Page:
Paint crinkling on my 1:24 TIE - Looking for input and advice on repairs.

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skahtul

Well-Known Member
RPF PREMIUM MEMBER
Awesome RPF members, looking for a bit of input on what you think might have gone wrong here. I am also looking for advice on the best way you blend in repairs?

I am pretty terrible and fixing paint jobs so far as they stick out like a sore thumb when I attempt them... I really don't want to re-paint the entire model and may just leave it as-is unless it gets worse. If I had airbrushed this it would be much easier but as you will see below it was done with a spray can.

You do not notice it until you get super close to it. I never even noticed it before until I took a super close picture yesterday...

Here are my finishing processes for this part of the 3D Print.
-Light sanding
-Wipe down with lint-free cloth and alcohol
-Tamiya Fine Surface Primer
-Wait at least a day for this to be 100% dry
-Paint with 2 or 3 coats of paint, in this case, I used > Rust-Oleum Painters Touch Ultra Cover Slate Blue (which is an excellent TIE color IMHO).
-Gloss Coate with Tamiya TS-13
-Decal and weather with Abteilung oil paints (thinned with Kleen Strip Mineral Spirits)
-(I have since moved away from that thinner and now use Abteilung's own Odourless Thinner, it seems WAY less harsh on the paint jobs).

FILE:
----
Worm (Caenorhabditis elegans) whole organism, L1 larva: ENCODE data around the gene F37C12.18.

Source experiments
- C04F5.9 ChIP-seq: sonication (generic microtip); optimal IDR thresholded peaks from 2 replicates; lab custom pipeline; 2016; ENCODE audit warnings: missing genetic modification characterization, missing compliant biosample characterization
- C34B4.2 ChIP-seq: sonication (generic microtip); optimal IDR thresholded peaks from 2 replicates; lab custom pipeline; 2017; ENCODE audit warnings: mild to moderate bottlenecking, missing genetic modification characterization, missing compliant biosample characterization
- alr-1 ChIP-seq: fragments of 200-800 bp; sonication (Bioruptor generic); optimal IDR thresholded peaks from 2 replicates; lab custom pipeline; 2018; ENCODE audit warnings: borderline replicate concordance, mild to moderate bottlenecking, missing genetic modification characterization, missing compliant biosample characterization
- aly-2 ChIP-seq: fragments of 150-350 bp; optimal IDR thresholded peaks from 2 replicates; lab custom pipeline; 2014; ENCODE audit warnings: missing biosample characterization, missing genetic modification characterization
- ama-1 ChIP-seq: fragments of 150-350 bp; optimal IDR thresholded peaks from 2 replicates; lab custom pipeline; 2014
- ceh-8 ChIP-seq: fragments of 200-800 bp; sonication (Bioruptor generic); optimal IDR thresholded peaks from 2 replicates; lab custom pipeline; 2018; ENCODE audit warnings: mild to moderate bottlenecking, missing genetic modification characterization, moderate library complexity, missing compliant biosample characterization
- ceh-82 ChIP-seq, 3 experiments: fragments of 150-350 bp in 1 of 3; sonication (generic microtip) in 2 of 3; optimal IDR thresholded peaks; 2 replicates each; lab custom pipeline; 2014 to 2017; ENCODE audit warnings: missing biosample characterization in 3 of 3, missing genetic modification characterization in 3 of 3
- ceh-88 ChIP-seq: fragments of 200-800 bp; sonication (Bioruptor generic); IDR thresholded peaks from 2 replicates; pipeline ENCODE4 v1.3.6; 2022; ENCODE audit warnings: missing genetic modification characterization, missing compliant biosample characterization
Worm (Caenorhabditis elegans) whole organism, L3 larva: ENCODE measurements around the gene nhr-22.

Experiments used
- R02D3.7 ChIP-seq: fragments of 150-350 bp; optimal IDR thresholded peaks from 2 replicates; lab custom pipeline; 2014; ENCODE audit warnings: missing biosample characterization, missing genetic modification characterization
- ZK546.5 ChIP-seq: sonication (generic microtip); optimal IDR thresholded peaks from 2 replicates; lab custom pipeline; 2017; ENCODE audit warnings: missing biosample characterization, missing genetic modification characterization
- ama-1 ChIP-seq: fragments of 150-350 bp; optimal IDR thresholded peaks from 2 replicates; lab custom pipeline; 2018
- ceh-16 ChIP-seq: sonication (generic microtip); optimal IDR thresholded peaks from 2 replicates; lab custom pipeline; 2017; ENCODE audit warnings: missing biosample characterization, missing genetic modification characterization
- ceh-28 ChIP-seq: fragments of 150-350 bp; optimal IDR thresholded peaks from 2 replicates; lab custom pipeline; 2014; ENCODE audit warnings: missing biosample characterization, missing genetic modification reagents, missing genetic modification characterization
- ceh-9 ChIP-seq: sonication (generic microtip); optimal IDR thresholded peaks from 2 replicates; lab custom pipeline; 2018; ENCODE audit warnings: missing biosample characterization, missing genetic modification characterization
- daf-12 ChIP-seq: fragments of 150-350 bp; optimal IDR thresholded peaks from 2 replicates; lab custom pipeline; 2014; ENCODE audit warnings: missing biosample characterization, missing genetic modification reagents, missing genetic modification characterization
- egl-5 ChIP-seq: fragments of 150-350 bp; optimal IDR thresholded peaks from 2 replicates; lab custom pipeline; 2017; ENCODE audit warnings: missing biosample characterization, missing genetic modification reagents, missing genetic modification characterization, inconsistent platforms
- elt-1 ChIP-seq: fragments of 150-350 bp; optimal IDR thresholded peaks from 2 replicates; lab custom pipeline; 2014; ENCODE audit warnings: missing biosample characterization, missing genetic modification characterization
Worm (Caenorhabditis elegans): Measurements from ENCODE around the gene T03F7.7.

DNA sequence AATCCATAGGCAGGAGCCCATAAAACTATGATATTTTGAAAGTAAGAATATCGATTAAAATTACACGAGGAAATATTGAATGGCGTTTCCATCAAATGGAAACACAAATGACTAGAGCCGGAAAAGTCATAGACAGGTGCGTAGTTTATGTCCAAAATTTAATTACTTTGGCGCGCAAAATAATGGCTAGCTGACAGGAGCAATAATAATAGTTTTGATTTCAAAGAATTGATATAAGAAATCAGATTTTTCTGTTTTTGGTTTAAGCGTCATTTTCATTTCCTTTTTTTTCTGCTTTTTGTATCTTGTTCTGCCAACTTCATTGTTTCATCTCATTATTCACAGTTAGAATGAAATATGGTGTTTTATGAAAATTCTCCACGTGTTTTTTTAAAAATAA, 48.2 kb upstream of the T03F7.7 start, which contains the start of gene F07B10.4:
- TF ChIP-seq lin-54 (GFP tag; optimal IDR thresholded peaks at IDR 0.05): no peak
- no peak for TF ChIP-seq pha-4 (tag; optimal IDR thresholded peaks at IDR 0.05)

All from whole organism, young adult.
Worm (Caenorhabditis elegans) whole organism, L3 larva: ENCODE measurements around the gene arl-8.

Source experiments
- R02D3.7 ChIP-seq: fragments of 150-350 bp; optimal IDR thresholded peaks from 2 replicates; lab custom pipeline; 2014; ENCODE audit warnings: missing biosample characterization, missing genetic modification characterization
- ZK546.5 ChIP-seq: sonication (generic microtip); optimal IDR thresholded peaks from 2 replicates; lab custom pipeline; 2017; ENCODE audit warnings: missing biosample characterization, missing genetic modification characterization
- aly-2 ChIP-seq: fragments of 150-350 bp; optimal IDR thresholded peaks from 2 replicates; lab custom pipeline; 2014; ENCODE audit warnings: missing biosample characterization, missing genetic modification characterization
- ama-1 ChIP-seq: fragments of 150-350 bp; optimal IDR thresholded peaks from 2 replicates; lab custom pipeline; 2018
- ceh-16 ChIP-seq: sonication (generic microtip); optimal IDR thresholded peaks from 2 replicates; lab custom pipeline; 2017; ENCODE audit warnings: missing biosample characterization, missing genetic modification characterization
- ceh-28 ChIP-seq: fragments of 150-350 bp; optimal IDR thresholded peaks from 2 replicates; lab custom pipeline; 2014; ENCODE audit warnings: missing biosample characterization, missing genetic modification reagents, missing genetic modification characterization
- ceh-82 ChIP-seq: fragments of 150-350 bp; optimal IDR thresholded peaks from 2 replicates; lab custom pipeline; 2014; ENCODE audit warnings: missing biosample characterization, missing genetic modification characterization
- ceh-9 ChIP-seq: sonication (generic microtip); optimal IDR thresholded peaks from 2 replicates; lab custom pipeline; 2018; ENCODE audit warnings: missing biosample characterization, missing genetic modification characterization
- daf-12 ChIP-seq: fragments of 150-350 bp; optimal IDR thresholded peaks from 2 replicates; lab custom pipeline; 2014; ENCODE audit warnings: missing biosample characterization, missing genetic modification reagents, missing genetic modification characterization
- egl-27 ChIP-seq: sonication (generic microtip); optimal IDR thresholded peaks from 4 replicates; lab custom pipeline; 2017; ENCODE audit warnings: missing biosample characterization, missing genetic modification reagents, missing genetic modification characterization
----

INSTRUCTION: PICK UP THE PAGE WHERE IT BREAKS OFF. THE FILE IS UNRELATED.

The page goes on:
-I let the oil paints dry for at least a week.
-Final coat is 2 or 3 coats of Tamiya TS-80 flat.

This is a similar process I have used on a bunch of models, the only real difference is the Rust-Oleum paint. I 'suspect' after reading the label more carefully that this paint takes 5-7 days to fully bond to plastic which could have been my issue?

I know it was the first part of October when I finished this so it was still warmish out here. As it starts to cool down I usually paint in the garage, let it sit for a minute or so, and then bring it inside where it's warmer.

I don't know when it happened but it was sometime in the last few weeks I 'think'. I also only see it on this one part of the model, so far.

Any and all input welcome, thanks in advance!!!

20201121_133013.jpg
 

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skahtul

Well-Known Member
RPF PREMIUM MEMBER
Well, these are marks that a fast re-entry creates. I would leave those as they are great wear and tear effects (my 2 cents of course);)

That's amazing, I was just telling my kids earlier today that I like doing star wars models as most mistakes can just be left alone or with a bit more paint easily turned into weathering and damage :)
 

Rogviler

Well-Known Member
Tamiya is lacquer, Rustoleum is enamel. When you put lacquer on top of enamel it eats it, which leads to lifting/crinkling. Unfortunately you would have to repaint it to solve the issue. Although that's a great color, you would have to find a compatible paint if you're dead set on using the Tamiya clears, or find a clear that's compatible with the Rustoleum. Definitely run a test piece before committing to the model.
 

TazMan2000

Master Member